Jim Crow-Era Legislation Reversed In Louisiana, Some Say More To Be Done

Ahead of Tuesday’s elections, the amendment received an outpouring of bipartisan support. Photo by Jacinth Jones, Howard University News Service.

Tuesday’s midterm elections ended what is described as “Jim Crow’s last stand” in Louisiana. Constitutional Amendment 2 in Louisiana abolished the 10-2 majority requirement to convict non-capital felonies, replacing it with a requirement of unanimity to convict. Nearly 70 percent of Louisiana voters agreed to end it. 

Before the amendment, Louisiana and Oregon were the only two states that did not require a unanimous vote to convict a felony. However, only in Louisiana could an alleged criminal automatically face life without parole for a conviction without a unanimous verdict.

Jonathan Bridges, a Louisiana native, believes that this is one of the last remnants of Louisiana’s racist history.

“In a state like Louisiana with the history that we have, even those two jurors make such a huge difference, even in 2018. Obviously, much more work has to be done in general and pertaining to the court system. People of color statistically receive harsher punishments than white counterparts for the same crimes,” Bridges said.

Ahead of Tuesday’s elections, the amendment received an outpouring of bipartisan support. The Louisiana Legislative Black Caucus released a statement in support of the amendment. Republican representative Blake Miguez appears in an ad paid for by the Louisiana Republican Judiciary PAC, in support of the amendment. Even outside sources like George Soros and the Koch Brothers gave their financial support.

The Unanimous Jury Coalition, was created for the sole purpose of generating support for the amendment.

Norris Henderson, the coalition’s founder, spent 27 years in prison for a crime he said he did not commit. His case went to trial twice, coming back with a 10-2 verdict the first time and 11-1 the second time. Though jurors had reasonable doubt in his case, Louisiana constitutional law allowed for Henderson to be convicted.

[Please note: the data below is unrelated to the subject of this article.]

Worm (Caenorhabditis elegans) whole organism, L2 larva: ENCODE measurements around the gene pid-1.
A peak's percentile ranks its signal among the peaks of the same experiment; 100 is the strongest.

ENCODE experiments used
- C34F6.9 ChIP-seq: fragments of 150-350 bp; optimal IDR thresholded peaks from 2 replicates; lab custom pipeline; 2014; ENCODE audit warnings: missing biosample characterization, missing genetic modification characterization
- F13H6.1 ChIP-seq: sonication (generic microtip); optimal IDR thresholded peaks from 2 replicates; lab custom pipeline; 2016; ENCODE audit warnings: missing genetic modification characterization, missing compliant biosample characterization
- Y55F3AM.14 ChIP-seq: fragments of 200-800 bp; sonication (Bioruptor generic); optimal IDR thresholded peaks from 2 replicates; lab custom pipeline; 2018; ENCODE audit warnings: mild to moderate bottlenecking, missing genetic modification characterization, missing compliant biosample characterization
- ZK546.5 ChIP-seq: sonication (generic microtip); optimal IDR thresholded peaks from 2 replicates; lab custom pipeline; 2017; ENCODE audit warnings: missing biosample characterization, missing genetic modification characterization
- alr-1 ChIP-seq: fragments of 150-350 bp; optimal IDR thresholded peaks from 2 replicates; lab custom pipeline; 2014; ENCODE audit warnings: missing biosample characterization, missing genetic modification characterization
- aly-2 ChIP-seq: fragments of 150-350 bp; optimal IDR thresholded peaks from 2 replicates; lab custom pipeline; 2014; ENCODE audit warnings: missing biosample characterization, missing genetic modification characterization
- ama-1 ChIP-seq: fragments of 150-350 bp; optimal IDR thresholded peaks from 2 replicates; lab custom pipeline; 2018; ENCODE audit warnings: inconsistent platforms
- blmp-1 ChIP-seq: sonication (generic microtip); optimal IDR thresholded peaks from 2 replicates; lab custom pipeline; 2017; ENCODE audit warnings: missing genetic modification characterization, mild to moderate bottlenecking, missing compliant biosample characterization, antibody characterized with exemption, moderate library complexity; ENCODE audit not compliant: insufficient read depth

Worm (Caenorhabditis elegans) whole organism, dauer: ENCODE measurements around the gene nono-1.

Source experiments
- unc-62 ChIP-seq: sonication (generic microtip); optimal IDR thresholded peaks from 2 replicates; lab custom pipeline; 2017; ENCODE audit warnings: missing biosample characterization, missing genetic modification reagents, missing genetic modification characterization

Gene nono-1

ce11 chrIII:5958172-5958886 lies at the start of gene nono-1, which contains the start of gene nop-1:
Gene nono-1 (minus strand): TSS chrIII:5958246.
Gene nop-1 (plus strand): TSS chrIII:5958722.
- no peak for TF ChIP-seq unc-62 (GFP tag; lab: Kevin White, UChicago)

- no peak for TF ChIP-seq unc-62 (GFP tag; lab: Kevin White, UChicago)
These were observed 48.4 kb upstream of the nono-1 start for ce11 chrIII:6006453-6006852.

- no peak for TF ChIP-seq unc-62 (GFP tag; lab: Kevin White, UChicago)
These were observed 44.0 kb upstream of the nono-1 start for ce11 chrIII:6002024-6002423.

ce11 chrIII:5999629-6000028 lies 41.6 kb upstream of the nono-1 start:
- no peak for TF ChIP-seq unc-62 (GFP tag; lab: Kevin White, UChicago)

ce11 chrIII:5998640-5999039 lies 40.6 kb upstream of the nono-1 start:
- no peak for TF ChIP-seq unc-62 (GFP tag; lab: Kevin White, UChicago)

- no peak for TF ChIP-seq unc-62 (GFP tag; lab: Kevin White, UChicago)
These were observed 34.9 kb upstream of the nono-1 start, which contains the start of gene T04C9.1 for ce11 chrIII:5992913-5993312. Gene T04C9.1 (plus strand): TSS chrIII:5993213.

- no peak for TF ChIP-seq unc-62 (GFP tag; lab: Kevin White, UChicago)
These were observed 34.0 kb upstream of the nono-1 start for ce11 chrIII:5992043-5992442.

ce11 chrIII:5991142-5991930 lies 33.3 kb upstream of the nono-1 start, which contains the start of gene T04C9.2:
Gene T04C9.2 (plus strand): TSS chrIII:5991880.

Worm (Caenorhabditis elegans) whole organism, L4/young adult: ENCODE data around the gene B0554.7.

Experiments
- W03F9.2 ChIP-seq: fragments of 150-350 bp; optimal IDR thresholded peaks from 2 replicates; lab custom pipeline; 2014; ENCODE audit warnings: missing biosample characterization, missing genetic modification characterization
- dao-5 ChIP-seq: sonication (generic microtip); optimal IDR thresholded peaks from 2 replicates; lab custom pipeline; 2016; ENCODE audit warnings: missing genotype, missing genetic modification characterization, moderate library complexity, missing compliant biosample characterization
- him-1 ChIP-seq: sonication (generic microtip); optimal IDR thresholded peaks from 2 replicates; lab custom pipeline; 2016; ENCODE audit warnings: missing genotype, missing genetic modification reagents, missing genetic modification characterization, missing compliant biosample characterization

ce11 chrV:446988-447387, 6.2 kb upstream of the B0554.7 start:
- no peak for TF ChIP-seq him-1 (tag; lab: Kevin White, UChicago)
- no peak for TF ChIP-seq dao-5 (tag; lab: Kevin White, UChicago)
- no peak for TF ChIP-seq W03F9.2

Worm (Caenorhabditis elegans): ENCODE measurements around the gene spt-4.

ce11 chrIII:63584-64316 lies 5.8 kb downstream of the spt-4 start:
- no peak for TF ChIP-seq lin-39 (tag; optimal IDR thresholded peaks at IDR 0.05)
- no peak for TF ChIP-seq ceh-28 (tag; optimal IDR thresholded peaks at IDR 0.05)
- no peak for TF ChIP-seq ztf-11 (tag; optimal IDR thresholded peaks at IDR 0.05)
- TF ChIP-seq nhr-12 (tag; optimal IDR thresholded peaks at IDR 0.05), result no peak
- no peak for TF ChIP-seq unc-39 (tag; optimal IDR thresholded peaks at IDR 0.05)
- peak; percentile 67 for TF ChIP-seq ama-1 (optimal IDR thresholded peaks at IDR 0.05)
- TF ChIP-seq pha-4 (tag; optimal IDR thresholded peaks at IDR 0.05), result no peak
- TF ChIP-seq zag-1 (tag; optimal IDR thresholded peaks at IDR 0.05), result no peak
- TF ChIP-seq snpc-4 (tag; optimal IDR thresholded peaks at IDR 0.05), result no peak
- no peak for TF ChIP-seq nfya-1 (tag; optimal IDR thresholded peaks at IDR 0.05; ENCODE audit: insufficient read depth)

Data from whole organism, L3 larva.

The split-jury system was established at Louisiana’s 1898 constitutional convention. An excerpt from the official journal proceedings of the convention read, “Our mission was, in the first place, to establish the supremacy of the white race in this State to the extent to which it could be legally and constitutionally done.”

Louisiana currently has the highest wrongful conviction rate, with 40 percent of all wrongful convictions coming from split juries. The state also has the second-highest incarceration rate in the world, after being surpassed by Oklahoma earlier this year.

Lamont Carey is a convicted felon. Since his release in 2002, Carey has devoted his time to criminal justice reform.

“I applaud the Louisiana legislators who are willing to stand against a history that has destroyed countless families,” he said. “If there is ever a time to stand up and be counted, it is when an injustice can be corrected.”

Though the amendment reverses a longstanding covert injustice, voters feel that the state still has a long way to go.

Malaina Jones is a New Orleans native and student at Louisiana State University.Though she feels the amendment is important, she is not satisfied. “It means we’re starting a journey that should’ve been started many years ago. It’s the bare minimum of what needs to be done in terms of restructuring and fixing the justice system.”